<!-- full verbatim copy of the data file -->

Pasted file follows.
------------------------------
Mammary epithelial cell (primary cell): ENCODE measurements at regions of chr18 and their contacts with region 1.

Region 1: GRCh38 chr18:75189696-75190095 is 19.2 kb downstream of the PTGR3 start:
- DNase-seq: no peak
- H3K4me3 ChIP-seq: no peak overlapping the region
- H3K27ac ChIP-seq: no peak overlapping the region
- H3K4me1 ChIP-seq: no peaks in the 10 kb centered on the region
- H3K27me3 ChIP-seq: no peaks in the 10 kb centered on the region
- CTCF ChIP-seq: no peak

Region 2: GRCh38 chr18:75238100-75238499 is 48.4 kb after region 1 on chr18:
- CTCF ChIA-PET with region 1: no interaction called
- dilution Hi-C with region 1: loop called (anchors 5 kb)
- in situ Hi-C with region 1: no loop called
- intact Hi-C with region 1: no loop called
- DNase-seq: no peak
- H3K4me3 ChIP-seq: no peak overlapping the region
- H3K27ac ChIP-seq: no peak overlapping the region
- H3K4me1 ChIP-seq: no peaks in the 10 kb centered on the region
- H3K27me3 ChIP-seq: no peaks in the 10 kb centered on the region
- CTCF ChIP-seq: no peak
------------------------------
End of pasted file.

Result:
Mammary epithelial cell (primary cell): ENCODE measurements at regions of chr18 and their contacts with region 1.

Region 1: GRCh38 chr18:75189696-75190095 is 19.2 kb downstream of the PTGR3 start:
- DNase-seq: no peak
- H3K4me3 ChIP-seq: no peak overlapping the region
- H3K27ac ChIP-seq: no peak overlapping the region
- H3K4me1 ChIP-seq: no peaks in the 10 kb centered on the region
- H3K27me3 ChIP-seq: no peaks in the 10 kb centered on the region
- CTCF ChIP-seq: no peak

Region 2: GRCh38 chr18:75238100-75238499 is 48.4 kb after region 1 on chr18:
- CTCF ChIA-PET with region 1: no interaction called
- dilution Hi-C with region 1: loop called (anchors 5 kb)
- in situ Hi-C with region 1: no loop called
- intact Hi-C with region 1: no loop called
- DNase-seq: no peak
- H3K4me3 ChIP-seq: no peak overlapping the region
- H3K27ac ChIP-seq: no peak overlapping the region
- H3K4me1 ChIP-seq: no peaks in the 10 kb centered on the region
- H3K27me3 ChIP-seq: no peaks in the 10 kb centered on the region
- CTCF ChIP-seq: no peak